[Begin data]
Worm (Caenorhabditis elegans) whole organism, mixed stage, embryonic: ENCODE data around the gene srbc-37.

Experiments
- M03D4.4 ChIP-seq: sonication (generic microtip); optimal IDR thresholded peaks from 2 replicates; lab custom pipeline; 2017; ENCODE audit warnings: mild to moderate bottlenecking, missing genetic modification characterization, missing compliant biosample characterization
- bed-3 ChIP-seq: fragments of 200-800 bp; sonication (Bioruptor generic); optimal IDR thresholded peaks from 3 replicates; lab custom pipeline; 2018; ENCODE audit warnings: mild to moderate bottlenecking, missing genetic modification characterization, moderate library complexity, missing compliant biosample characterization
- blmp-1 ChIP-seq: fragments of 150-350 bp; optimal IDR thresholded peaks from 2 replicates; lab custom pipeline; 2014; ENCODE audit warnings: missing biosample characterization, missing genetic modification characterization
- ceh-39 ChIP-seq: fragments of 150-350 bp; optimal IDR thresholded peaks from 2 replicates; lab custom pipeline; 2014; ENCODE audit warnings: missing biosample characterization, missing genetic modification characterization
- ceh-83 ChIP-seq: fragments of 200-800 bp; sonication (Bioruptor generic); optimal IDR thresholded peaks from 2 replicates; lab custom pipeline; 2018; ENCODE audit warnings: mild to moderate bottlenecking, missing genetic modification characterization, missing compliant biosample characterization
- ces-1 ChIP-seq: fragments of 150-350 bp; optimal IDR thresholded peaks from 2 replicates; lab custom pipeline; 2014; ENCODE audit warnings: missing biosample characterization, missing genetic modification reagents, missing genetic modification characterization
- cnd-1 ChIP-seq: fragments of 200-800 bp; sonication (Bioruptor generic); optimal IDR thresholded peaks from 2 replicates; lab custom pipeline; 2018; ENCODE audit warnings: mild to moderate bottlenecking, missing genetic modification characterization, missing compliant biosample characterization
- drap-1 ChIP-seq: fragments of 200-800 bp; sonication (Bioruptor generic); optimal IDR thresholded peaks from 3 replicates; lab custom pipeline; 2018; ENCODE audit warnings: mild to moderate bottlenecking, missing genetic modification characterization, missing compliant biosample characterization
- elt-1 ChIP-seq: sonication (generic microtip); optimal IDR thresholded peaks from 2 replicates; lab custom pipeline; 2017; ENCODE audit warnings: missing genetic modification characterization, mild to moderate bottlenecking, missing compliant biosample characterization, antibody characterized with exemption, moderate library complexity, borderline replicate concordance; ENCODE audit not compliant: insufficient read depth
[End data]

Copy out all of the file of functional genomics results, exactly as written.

Worm (Caenorhabditis elegans) whole organism, mixed stage, embryonic: ENCODE data around the gene srbc-37.

Experiments
- M03D4.4 ChIP-seq: sonication (generic microtip); optimal IDR thresholded peaks from 2 replicates; lab custom pipeline; 2017; ENCODE audit warnings: mild to moderate bottlenecking, missing genetic modification characterization, missing compliant biosample characterization
- bed-3 ChIP-seq: fragments of 200-800 bp; sonication (Bioruptor generic); optimal IDR thresholded peaks from 3 replicates; lab custom pipeline; 2018; ENCODE audit warnings: mild to moderate bottlenecking, missing genetic modification characterization, moderate library complexity, missing compliant biosample characterization
- blmp-1 ChIP-seq: fragments of 150-350 bp; optimal IDR thresholded peaks from 2 replicates; lab custom pipeline; 2014; ENCODE audit warnings: missing biosample characterization, missing genetic modification characterization
- ceh-39 ChIP-seq: fragments of 150-350 bp; optimal IDR thresholded peaks from 2 replicates; lab custom pipeline; 2014; ENCODE audit warnings: missing biosample characterization, missing genetic modification characterization
- ceh-83 ChIP-seq: fragments of 200-800 bp; sonication (Bioruptor generic); optimal IDR thresholded peaks from 2 replicates; lab custom pipeline; 2018; ENCODE audit warnings: mild to moderate bottlenecking, missing genetic modification characterization, missing compliant biosample characterization
- ces-1 ChIP-seq: fragments of 150-350 bp; optimal IDR thresholded peaks from 2 replicates; lab custom pipeline; 2014; ENCODE audit warnings: missing biosample characterization, missing genetic modification reagents, missing genetic modification characterization
- cnd-1 ChIP-seq: fragments of 200-800 bp; sonication (Bioruptor generic); optimal IDR thresholded peaks from 2 replicates; lab custom pipeline; 2018; ENCODE audit warnings: mild to moderate bottlenecking, missing genetic modification characterization, missing compliant biosample characterization
- drap-1 ChIP-seq: fragments of 200-800 bp; sonication (Bioruptor generic); optimal IDR thresholded peaks from 3 replicates; lab custom pipeline; 2018; ENCODE audit warnings: mild to moderate bottlenecking, missing genetic modification characterization, missing compliant biosample characterization
- elt-1 ChIP-seq: sonication (generic microtip); optimal IDR thresholded peaks from 2 replicates; lab custom pipeline; 2017; ENCODE audit warnings: missing genetic modification characterization, mild to moderate bottlenecking, missing compliant biosample characterization, antibody characterized with exemption, moderate library complexity, borderline replicate concordance; ENCODE audit not compliant: insufficient read depth